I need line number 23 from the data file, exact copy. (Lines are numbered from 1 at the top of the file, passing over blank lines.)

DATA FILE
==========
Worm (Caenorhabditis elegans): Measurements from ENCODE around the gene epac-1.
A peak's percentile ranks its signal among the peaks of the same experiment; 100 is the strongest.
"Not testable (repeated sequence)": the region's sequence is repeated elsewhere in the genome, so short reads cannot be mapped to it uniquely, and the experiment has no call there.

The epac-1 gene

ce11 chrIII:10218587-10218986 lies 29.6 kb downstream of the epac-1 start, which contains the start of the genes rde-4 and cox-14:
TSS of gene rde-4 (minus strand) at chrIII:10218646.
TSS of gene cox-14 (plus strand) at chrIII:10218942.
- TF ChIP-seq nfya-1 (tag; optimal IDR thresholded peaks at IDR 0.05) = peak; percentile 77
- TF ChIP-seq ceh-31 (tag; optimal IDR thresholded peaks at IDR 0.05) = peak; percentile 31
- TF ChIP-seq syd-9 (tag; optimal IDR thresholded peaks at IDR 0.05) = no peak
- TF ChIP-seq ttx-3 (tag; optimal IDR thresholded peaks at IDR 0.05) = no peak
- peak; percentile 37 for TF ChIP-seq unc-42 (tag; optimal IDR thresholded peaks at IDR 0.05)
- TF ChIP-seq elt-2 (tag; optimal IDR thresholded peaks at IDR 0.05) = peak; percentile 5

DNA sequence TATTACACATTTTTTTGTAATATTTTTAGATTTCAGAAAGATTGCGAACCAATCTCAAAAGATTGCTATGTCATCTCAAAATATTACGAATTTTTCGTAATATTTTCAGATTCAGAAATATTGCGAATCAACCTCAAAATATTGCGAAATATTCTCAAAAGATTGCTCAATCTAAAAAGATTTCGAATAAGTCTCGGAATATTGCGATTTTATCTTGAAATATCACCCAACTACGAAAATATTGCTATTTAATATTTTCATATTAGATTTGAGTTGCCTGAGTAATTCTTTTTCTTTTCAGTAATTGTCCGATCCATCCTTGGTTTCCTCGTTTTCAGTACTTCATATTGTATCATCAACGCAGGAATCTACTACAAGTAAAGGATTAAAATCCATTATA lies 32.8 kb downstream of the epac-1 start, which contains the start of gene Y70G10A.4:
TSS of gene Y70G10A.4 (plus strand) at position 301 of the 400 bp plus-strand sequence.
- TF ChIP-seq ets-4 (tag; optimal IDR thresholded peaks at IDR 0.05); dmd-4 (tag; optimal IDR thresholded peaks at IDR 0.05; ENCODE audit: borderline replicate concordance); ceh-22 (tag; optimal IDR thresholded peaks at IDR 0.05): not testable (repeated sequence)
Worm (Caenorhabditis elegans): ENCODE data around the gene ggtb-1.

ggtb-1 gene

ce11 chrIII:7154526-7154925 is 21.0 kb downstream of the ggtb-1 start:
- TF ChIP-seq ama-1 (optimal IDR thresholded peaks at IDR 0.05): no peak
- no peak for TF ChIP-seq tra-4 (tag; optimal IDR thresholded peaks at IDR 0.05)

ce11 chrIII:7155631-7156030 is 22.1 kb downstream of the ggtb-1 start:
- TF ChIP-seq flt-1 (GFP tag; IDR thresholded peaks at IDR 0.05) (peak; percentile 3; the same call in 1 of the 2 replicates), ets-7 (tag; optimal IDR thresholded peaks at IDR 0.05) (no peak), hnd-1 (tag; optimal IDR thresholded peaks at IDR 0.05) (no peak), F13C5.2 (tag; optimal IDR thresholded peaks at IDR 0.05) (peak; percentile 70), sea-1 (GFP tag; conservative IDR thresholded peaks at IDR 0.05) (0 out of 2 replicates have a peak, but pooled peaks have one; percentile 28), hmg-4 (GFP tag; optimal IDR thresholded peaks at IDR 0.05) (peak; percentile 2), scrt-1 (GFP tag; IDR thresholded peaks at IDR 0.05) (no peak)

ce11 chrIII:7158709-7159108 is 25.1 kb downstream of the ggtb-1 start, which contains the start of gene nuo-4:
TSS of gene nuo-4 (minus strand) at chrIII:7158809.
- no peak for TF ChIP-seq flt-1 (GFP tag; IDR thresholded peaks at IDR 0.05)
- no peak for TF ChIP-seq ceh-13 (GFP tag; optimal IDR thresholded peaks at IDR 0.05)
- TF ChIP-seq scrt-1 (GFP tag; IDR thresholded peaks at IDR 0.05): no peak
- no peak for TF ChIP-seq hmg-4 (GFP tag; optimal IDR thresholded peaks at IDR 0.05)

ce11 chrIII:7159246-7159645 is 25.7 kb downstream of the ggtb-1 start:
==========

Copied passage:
- TF ChIP-seq flt-1 (GFP tag; IDR thresholded peaks at IDR 0.05) (peak; percentile 3; the same call in 1 of the 2 replicates), ets-7 (tag; optimal IDR thresholded peaks at IDR 0.05) (no peak), hnd-1 (tag; optimal IDR thresholded peaks at IDR 0.05) (no peak), F13C5.2 (tag; optimal IDR thresholded peaks at IDR 0.05) (peak; percentile 70), sea-1 (GFP tag; conservative IDR thresholded peaks at IDR 0.05) (0 out of 2 replicates have a peak, but pooled peaks have one; percentile 28), hmg-4 (GFP tag; optimal IDR thresholded peaks at IDR 0.05) (peak; percentile 2), scrt-1 (GFP tag; IDR thresholded peaks at IDR 0.05) (no peak)